Are Speech to Text Programs Useful to Writers?
I belong to a writers group called 20booksto50k. The ideology behind it, is that by the time one has published twenty books, one can be making 50k a year. It’s not quite as simplistic as that. Common advice in the group includes writing to market, having quick releases, etc.
One of the members who has had success with Indie publishing posted a list of things they suggested authors do to reach their writing goals. The point that interested me the most was the one about speech to text programs.
I’ve heard of programs like Dragon Speak before. I know a woman who has a medical reason for using speech to text and I know there are writers who use it as well. I’d been curious, but until recently was unsure if such a program would work for me.
I’m a terribly slow typist who uses 2-4 fingers to type. This has certainly slowed my production down, but could I get used to dictating out loud?
Looking into the matter, I saw that Amazon had Dragon Naturally Speaking on sale for a very reasonable price. That cinched it for me. It was time to give the program a try.
The program is extraordinarily easy to use. A short tutorial, and I was ready to roll. While I’m still learning some of the commands and still teaching my Dragon to cuss, it’s been easy as pie to use the program.
As for my fear that I would not be able to make the switch from composing on the computer to composing while dictating, I took to it like a duck to water. My last test will be to see if the beta readers can tell at which point in my book I stopped typing and started speaking, but I don’t believe they will be able to tell. My writing style seems intact when I dictate.
The proof is in the pudding. For me, an average day of typing on my work in progress was 1k to 3k words. If I had an all day marathon that lasted well into the night, I might manage 6k words.
Yesterday I had a lot to do. I had to go to the grocery, it was trash night, there was some housework that needed to be done, etc. I had three shortish writing sessions during all of this where I took advantage of my voice to text program.
I wrote over 6k words.
It’s true. The amount of work it used to take me all day to complete now can be done in a fraction of the time. I love my new Dragon. For the first time, I think I can become one of those writers who completes a book a month instead of a writer who takes a least 2-3 months to complete a project.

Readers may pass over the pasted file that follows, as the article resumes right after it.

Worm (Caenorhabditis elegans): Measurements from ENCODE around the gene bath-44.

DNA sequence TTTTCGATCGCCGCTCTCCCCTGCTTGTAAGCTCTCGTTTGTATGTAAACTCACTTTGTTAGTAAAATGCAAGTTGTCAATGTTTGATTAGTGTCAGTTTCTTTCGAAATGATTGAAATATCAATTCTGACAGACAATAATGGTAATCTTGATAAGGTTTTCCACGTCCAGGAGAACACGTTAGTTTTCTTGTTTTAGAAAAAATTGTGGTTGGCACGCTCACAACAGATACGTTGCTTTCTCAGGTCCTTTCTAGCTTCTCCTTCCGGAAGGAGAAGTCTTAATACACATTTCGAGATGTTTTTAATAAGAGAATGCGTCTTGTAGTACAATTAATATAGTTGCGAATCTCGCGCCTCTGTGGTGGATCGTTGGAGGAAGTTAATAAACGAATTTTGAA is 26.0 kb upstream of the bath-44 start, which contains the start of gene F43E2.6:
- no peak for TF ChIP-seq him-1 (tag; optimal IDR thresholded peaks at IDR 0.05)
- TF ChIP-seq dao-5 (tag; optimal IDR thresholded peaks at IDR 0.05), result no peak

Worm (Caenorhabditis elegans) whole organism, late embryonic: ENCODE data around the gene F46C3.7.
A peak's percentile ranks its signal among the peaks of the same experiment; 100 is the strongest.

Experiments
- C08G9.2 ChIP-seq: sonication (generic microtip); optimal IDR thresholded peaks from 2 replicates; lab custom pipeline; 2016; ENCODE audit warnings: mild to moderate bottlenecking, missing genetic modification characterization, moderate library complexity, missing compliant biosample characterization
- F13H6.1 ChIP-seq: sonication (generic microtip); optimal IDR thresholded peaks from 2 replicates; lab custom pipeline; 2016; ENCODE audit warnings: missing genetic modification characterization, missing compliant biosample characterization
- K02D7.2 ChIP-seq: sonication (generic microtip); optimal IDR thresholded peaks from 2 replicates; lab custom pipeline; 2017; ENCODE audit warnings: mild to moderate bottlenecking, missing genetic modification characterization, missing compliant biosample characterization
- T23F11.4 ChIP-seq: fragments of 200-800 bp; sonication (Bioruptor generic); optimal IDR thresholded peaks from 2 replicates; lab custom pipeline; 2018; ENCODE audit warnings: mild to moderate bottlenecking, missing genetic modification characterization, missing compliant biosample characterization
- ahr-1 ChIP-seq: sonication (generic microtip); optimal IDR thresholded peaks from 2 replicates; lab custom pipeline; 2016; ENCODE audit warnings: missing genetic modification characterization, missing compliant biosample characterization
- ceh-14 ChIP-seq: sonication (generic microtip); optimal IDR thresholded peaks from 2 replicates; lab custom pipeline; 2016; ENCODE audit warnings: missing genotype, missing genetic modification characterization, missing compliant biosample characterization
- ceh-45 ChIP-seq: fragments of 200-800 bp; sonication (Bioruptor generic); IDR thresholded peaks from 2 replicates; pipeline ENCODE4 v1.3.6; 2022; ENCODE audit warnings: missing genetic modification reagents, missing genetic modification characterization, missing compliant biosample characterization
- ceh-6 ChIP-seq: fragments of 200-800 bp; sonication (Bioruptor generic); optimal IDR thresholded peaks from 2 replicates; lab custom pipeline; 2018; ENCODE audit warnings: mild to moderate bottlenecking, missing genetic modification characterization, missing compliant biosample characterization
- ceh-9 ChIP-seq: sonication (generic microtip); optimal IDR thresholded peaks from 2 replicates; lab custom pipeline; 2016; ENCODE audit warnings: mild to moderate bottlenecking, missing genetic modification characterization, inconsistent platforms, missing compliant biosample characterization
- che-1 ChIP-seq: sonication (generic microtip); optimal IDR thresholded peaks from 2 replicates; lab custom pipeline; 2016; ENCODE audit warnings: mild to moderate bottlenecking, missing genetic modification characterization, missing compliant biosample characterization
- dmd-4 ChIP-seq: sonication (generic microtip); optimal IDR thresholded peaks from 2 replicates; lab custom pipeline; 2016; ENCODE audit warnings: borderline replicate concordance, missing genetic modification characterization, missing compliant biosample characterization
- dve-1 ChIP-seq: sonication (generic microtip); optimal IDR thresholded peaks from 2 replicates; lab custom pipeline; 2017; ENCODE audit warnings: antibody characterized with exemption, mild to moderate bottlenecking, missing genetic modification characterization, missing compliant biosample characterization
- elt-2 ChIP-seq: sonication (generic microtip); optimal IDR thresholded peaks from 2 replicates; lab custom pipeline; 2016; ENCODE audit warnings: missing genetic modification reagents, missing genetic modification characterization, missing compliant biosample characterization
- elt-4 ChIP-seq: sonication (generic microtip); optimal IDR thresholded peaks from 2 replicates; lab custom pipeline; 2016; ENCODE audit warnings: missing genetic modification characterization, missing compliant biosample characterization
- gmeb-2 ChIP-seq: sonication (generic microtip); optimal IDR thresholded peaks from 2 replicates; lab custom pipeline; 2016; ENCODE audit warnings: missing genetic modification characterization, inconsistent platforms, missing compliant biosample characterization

Voice to speech might not work for everyone. Some folks may never find any level of comfort in dictation. However, I have to say it is well worth getting such a program and giving it a try. At worst, you’ve spent a little money to find out if this will work for you. At best, you will greatly increase your production level.
Don’t forget to nominate Ghost in the Park!
My supernatural mystery, Ghost in the Park, is in heading towards the end of its Kindle Scout campaign. I’m giving out free copies of the eBook whether Kindle Press selects it or not. Last campaign, I gave away 1200 copies. I’d love to give away even more this time around.
All it takes to nominate is 60 seconds and an Amazon account. Amazon runs Kindle Scout, and they will ask you to sign into your account to nominate. It’s a great way to get some free reads.
Ghost in the Park is the first book of my first series, and I’m about to finish book two.
A killer, a ghost, and a cat named Billy.
Bryce’s favorite student has fallen prey to a vicious killer. He’s a mild-mannered college professor, but Bryce feels compelled to use his psychic insight and ability to talk to the dead to bring this murderer to justice. Enter Elizabeth. This ghost is distracting, pushy, and eighteen years old. While she needles Bryce to change his hermit ways, she also shows abilities that will aid him in his search for the serial killer. In the end, he’ll discover why Elizabeth is not your average ghost.